San Francisco Design Center's Historic Preservation on Pause

San Francisco Design Center

San Francisco Design Center

About a month ago I had discovered that the San Francisco Design Center was in a land development pickle. Now I am pleased to see that district supervisor Malia Cohen has stood her ground! 

She also agrees that the design district buildings deserve landmark designation but not at the cost of its current tenants. 

While I love Pintrest, this issue has nothing to do with them except that they were the big name tech company in the running for this space. These couple of blocks of street was named after Henry Adams for a reason, and that history for the design center is key for all in the remodeling industry and homeowners too.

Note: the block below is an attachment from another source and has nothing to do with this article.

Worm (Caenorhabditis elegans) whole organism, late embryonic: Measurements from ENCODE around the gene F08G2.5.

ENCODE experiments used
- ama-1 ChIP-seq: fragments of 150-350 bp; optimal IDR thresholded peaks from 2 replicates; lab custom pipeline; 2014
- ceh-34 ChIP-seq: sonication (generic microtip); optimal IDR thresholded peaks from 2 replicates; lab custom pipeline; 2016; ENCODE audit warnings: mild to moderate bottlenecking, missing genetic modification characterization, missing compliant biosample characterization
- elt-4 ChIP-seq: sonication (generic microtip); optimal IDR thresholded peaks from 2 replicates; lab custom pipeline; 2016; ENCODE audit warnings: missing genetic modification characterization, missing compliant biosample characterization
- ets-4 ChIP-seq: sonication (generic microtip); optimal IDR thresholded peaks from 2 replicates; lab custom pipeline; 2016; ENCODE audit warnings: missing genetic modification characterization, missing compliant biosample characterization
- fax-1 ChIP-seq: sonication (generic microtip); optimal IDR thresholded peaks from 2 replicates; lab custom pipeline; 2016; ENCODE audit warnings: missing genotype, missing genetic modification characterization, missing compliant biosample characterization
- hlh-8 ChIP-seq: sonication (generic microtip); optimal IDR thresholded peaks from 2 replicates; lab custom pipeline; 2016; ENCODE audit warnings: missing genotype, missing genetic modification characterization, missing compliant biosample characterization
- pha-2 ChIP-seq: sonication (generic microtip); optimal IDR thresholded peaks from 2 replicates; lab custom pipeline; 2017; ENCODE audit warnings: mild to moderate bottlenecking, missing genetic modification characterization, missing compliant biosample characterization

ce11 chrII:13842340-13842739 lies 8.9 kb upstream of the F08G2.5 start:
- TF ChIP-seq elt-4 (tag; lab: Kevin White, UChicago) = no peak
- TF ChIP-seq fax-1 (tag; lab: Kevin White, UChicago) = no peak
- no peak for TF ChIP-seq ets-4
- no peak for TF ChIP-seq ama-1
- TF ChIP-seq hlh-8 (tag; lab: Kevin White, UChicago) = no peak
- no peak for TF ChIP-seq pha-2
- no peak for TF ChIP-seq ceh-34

This follow-up story by SF Gate is clearly stating everything. Check it out. Oh and if you are in her voting district, I hear she is up for re-election, please consider supporting her in the polls for doing there right thing for her community and yours!

San Francisco Design Center's and Historic Preservation

I have only recently become aware of the San Francisco Design Center being considered for historic preservation. My first thought? Excellent! These buildings need to be preserved, lets not lose them! But upon being more informed I am deeply saddened at the loop-holes that will tear apart this great institution. This article by the San Francisco Chronicle gives a balanced report, but ultimately it does mean the demise of something only large cities provide.